- You're a great fan of FC Seoul. Who's your favorite player? Why are you so passionate about Korean football?
My all-time favorite player is Choi Hyo-jin who used to play for FC Seoul. Choi later moved to the Jeonnam Dragons. When he left FC Seoul, I was sad. I have no better player to substitute him in my heart. I wish I could find a new, great player to replace him, though.
I've always loved football, ever since I was little. I went to football matches with my father and grandfather when I was three or four. I always looked for football matches during my life in Korea. In 2002, I finished my master's just before the FIFA Korea-Japan World Cup 2002 and was supposed to go back home. However, I stayed a few more months to watch the World Cup in Korea. I was happy to see more football fans in Korea ever since then. These days, I also look for chances to watch FC Seoul matches with my children. I even tell my co-workers to check the football match schedule before planning an event.
- Is there any uniqueness to Korean football and to football fandom here, if you compare it with those in the U.K.? Also, on the contrary, what unique sides of U.K. football and related culture would you like to introduce to Korea?
Korean fans seem to be very nice. They have a deep affection for their teams. They do sing songs to cheer up the team, but don't attack the rival teams in the song. If a player from their team moves to another team, they don't speak badly of the player. Instead, if the player visits the home of his previous team, the fans still welcome him as if the player is visiting his parents’ house. This is sort of unthinkable in the U.K. In the U.K., when a player moves to another team, he's regarded as an outsider. Some fans might even blame him. Fans who cheer for different teams even banter between each other, exchanging jokes while downgrading the other team. It can also be fun, as a new cheer or song can be made during the process.
- You love to travel to many areas across Korea. Can you tell us a bit about your favorite attraction here?
My travel plan is based on FC Seoul’s match schedule. In Korea, I've been to Jeju Island, Busan, Gangneung and Gwangyang, where the team had matches. I visit the place with my family a few days ahead of the match and look around the local attractions. When the team has a match on Jeju Island, I try to bring my family, as the island is a great place for sightseeing. I even went to Sydney for a match in 2014, the farthest place for me to follow with a few other fans. I've also been to Japan and China for matches.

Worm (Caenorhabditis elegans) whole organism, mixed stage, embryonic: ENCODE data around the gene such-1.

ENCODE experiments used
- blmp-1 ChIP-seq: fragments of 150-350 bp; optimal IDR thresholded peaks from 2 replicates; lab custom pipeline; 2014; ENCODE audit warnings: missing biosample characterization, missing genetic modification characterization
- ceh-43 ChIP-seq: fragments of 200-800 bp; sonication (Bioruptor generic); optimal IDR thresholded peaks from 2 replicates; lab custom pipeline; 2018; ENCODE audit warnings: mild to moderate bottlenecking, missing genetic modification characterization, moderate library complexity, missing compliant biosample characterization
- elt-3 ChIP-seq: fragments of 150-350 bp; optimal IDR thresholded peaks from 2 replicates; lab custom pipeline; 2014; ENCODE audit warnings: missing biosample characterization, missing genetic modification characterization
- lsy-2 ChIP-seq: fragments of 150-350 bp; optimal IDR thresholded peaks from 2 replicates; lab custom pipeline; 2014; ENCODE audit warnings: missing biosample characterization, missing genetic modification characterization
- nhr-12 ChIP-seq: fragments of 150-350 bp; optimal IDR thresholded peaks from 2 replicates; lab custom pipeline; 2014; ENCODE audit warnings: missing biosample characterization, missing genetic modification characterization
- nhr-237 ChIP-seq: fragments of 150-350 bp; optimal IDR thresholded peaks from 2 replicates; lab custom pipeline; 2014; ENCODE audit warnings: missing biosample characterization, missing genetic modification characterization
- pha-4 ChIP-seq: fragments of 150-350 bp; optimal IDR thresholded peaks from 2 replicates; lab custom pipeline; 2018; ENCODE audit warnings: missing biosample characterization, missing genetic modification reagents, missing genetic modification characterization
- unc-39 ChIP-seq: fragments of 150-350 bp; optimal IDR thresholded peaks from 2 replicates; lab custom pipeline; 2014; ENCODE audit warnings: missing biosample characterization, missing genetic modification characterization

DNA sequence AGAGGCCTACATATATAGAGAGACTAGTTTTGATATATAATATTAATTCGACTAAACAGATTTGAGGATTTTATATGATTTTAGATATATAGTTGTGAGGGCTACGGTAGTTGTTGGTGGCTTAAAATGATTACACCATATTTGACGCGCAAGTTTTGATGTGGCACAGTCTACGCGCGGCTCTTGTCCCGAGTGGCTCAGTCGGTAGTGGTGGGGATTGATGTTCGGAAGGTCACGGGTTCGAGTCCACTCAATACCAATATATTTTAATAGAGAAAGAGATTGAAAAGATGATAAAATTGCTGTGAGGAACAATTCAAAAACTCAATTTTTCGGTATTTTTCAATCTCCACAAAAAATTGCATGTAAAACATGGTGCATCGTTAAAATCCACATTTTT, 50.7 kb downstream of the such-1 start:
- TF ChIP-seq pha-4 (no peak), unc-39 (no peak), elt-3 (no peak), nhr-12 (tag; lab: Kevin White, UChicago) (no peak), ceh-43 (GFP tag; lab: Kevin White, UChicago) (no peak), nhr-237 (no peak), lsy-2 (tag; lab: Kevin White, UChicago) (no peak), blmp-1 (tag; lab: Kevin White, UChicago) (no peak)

- In your view, what are the Korean people and Korean society like?
That's a very difficult question. When it comes to a first impression, Koreans are friendly and kind, but not friendly in other ways. For example, when I'm looking at a map in the subway, people will often ask me if I need help. However, when a visibly non-Korean person is lost and asks another for directions, many people try not to help. This may be because they aren't confident about their English, but it can be seen as being unfriendly.
Koreans are very kind people at first glance, but they try to be good and nice to those who they know. On the other hand, they seem to ignore other people. Let’s say, when driving in Korea, drivers don't seem to willingly yield to others, and even seem selfish. However, if they're driving with others who they know, they'll show a very different attitude. It seems like some sort of dichotomy.
- I wonder what your next plans are after the Seoul Global Center. Can you tell us about your next goal? What do you want to do in the future?
Currently, I find my job as head of the center to be extremely interesting. I want to concentrate on my job and do it well. If I receive recognition, I could work here longer.
In the long term, I think working for an overseas corporation in Korea would be good, as we can find many of them all around the country these days.
By Yoon Sojung
Korea.net Staff Writer
Photos: Jeon Han Korea.net Photographer